12. The credits aren't the only thing backward here. There is a shoeless woman in a trench coat. No sound but the slapping of bare feet against the road (sound vs silence and naked vs clothed). It is clear that the woman will sacrifice herself to get away. (Life vs death) The only time there is sound is on Hammer's car radio with the crooning of Nat King Cole. (Smooth voice vs ragged breathing) It is important to note the DJ is female with a sultry voice (covertly erotic) against the trench coated naked woman (overtly erotic) Hammer seems to be different from Spade and Marlowe. I'm not sure how yet (I vaguely recall a Stacy Keach Mike Hammer show as a kid). He is obviously annoyed with this Woman, but instead of his first concern being her, it is his car.%2
  13. This is the only film this week where one character starts out alone and then calls out for someone else. Cotten wanders down the streetcalling for someone who he thinks is following him. We do not know who or why. We see a cut to a pair of shoes and a cat. (I am interpreting this to mean we are playing a game of "cat and mouse". When we finally see Welles' face, it is spotlighted. It is the only thing in the frame that is not dark. There is no pan like with Turner's entrance. It's the complete opposite of Kathi coming in from the sun, as he is shrouded by darkness. He has a smirk on his face, letting me know he already knows Cotten. (Later confirmed by Cotten himself). It is also worth noting this is the only clip this week void of conversation between the two characters but not communication. There is no verbal sparring like we had with Lorre and Greenstreet. But Welles says it all with his face. The game is already afoot -even if Cotten isn't aware he is being played.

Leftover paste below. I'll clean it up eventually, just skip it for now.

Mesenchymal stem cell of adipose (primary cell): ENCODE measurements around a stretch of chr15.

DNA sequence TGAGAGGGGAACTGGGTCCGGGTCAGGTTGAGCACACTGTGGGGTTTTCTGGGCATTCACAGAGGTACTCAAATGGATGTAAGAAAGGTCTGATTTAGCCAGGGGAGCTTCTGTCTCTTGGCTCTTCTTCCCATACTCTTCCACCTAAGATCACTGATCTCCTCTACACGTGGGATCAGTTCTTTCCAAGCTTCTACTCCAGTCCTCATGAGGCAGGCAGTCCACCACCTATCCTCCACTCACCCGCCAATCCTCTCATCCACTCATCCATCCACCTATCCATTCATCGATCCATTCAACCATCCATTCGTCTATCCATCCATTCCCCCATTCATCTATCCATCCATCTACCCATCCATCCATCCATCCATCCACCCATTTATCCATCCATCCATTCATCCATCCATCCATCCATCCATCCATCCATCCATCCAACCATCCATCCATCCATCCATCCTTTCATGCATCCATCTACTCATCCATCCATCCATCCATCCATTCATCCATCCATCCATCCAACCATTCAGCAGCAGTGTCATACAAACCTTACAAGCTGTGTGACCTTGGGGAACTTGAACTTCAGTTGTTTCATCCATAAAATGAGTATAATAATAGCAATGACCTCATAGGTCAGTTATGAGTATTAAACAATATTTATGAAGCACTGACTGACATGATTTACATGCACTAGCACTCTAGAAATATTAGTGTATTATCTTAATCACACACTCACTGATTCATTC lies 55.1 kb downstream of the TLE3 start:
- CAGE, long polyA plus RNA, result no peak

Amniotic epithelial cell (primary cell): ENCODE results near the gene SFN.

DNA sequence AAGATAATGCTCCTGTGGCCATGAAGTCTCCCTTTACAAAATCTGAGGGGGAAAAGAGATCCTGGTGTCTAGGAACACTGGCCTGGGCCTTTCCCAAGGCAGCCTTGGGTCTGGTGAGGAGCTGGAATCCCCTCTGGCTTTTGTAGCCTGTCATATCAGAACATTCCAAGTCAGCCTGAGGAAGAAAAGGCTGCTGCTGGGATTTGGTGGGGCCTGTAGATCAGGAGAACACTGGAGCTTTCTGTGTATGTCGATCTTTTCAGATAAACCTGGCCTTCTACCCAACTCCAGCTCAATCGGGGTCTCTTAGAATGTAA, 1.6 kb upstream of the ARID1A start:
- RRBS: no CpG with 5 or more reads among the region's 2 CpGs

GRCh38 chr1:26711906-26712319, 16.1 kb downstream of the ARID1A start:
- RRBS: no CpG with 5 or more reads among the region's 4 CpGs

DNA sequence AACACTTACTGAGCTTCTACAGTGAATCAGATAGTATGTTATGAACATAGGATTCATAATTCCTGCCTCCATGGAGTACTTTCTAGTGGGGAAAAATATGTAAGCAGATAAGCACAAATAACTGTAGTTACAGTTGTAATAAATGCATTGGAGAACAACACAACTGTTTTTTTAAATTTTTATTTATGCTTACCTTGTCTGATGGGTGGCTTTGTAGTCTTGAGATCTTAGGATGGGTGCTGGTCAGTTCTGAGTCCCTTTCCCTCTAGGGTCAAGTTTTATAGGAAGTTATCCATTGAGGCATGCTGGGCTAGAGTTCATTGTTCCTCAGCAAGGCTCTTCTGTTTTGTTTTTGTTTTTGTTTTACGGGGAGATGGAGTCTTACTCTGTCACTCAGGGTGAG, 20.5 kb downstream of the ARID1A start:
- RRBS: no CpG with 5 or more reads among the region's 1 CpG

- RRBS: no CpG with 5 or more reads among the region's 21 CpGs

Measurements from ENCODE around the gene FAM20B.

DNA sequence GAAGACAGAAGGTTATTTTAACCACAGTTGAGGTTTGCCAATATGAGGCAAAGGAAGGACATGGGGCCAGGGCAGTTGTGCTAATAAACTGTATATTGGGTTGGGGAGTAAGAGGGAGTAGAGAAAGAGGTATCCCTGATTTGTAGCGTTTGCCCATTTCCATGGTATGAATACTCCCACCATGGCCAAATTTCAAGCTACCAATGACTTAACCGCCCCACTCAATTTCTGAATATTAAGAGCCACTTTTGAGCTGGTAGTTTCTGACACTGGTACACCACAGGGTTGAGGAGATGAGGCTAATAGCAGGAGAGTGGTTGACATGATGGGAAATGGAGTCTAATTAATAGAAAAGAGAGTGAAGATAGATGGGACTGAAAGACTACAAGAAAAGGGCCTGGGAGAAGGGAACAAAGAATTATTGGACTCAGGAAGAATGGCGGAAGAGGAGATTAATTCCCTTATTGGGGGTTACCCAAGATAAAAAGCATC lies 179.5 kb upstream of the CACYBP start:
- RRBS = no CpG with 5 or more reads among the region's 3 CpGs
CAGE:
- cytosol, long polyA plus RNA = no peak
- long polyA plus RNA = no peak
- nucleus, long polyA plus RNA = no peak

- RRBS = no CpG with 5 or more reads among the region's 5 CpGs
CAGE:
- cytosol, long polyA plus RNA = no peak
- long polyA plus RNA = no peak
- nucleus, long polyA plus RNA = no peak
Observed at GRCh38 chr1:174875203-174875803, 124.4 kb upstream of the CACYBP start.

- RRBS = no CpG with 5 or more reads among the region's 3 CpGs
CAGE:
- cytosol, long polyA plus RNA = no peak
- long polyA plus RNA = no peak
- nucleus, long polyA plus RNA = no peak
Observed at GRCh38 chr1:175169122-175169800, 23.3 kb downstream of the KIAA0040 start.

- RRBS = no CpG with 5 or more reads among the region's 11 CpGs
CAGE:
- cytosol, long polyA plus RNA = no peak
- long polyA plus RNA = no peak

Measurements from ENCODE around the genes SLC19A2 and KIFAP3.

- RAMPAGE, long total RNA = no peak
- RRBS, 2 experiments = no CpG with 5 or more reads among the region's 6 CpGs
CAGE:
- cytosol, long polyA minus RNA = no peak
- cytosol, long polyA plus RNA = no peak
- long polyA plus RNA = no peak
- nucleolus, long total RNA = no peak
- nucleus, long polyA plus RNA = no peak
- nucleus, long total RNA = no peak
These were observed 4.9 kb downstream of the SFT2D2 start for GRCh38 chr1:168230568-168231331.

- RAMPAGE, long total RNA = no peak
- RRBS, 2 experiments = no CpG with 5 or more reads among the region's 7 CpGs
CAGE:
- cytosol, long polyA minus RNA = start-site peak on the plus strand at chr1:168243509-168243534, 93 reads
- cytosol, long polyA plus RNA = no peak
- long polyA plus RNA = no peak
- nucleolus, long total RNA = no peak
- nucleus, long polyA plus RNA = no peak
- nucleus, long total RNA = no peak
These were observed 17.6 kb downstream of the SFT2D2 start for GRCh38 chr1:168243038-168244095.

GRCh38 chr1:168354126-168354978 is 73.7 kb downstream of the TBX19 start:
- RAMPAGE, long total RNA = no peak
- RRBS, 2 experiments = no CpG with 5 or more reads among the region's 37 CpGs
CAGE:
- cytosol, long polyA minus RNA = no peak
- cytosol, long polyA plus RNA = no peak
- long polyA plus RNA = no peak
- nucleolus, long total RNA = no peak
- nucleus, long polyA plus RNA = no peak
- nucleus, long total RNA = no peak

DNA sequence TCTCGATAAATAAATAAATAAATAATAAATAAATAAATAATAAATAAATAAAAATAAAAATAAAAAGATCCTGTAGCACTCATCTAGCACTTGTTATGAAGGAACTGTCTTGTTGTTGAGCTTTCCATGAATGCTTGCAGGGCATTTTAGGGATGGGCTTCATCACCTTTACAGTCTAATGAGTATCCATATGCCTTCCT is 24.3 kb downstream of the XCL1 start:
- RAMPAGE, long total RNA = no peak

14. We start with a voice over, as always. There's steam in the background. Even though it's daytime, we know there's something seedy about to go down. We know we are in California, a metro for noir. The initial exchange shows Garfield's character to be friendly and likable and talkative. But he is also a traveler and philosopher, someone who doesn't want to stay in one place long (byhis own omission). Garfield's entrance is done externally and brightly lit. It's a logical deduction that he is a good guy, considering the DA picked him up. Then again, this is noir and all is NEVER as it seems. Turner's Entrance (proper noun intentional) is in shadow. The pan starts at her feet and legs, cut to Garfield's perspiring face, then to her whole body, standing provacatively in white. But Garfield is ready to play. She has to come to him. And as she does, his world stops to distraction. That hamburger steam is no accident. There will be much more sizzling to come.
  15. It is Lorre's room because he has the key. Nice internal monologue that he voices (for want of a better word, an aside). He exters with shadows behind him and heightening music. Something isn't right here. The room has been ransacked.There is a pan from one side of the room to another. It reminds me of the "in this corner" boxing entrances. These men are about to do battle -verbally. When Greenstreet enters, it is well lit, framing him almost in the background. The camera plays with Greenstreet's size. Small on the entrance, then eventually going to a low shot later where his body is the only thing in the frame. I think it's supposed to show he has the power -or thinks he does. Lorre doesnt seem intimidated in the least though. He writes Greenstreet off - he is either a thief or drunk. Greenstreet's voice flies through the dialogue. I can almost hear a touch of a brogue accent. Part of the exchange is shot over Lorre's shoulder -in shadows. He is hiding something, even though he declares it wasn't meant to be hidden. Lorre doesn't submit to Greenstreet as he does in Falcon. Lorre is holding his own, almost nonchalant as her lays on the bed smoking. For Greenstreet's part, he doesn't have anyone else with him. He must think he can handle Lorre alone. Probably not his best idea. I am so grateful for this class, so I can see more of these actors. I love Casablanca and now I see how all this chemistry came about. I am learning so much I feel my head will explode!